This new HiRISE image gives us a deeper look into Mars… literally!
Earlier this year a crater was spotted on Mars with a dark spot at its center. When the HiRISE team at the University of Arizona took a closer look with the MRO’s high-resolution camera they saw that the spot is actually a 115-foot-wide skylight that opens into an underground cavern! The cavern is most likely a section of an empty lava tube, leftovers from ancient Martian volcanic activity.
Based on the shadows it’s estimated that the pit is about 65 feet deep. But, how much of that is material piled up on the floor of the cavern from the surrounding crater itself? And what caused the crater to form in the first place? These are questions that remain to be answered.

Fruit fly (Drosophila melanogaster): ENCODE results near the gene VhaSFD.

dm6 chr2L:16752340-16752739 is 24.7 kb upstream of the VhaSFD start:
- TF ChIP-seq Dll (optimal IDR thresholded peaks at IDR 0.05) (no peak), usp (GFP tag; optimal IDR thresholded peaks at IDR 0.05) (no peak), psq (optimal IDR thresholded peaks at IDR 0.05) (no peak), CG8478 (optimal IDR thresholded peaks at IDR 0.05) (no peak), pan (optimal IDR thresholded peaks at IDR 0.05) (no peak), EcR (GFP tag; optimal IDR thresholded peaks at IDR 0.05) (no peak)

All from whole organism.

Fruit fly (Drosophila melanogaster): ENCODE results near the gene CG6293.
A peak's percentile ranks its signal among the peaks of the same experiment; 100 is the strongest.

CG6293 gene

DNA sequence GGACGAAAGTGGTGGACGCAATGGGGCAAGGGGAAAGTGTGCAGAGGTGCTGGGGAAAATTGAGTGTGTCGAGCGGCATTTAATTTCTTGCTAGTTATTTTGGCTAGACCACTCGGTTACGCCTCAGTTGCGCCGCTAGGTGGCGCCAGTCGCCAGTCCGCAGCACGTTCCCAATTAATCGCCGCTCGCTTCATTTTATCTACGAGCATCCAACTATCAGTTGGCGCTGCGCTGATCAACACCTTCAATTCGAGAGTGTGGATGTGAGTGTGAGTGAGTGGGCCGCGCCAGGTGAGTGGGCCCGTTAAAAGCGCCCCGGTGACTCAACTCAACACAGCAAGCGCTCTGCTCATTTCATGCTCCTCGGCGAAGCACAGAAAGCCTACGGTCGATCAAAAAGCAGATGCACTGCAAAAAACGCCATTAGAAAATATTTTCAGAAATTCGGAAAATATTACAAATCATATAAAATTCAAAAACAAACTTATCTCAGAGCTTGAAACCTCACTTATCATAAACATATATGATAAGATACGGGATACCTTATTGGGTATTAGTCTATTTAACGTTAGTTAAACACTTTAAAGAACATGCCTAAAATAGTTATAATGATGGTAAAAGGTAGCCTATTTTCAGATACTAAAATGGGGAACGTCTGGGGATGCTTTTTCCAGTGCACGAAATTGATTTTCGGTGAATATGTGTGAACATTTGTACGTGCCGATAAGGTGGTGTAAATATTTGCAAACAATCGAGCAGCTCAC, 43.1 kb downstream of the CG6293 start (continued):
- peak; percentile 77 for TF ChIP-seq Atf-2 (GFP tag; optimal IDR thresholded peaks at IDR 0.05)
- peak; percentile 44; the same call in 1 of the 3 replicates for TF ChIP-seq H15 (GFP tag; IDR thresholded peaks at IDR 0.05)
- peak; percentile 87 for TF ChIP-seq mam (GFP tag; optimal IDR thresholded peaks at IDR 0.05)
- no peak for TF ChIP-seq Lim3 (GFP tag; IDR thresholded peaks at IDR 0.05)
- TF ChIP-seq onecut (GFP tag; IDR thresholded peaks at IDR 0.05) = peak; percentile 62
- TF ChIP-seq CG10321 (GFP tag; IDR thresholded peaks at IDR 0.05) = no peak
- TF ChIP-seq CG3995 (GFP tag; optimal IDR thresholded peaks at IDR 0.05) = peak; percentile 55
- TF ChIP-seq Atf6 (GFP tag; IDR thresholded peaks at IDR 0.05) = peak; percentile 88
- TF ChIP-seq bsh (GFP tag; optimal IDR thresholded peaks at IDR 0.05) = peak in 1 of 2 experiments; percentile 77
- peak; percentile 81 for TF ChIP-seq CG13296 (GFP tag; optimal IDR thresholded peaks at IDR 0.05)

The image itself is false-color, the hues denoting the texture and composition of the surface material and not the actual color as would be seen in visible light.
It’s really a tantalizing glimpse beneath the surface of Mars. One has to wonder how large that space is, and how far it extends… and what secrets of Mars’ history it may contain!
Image credit: NASA / JPL / University of Arizona.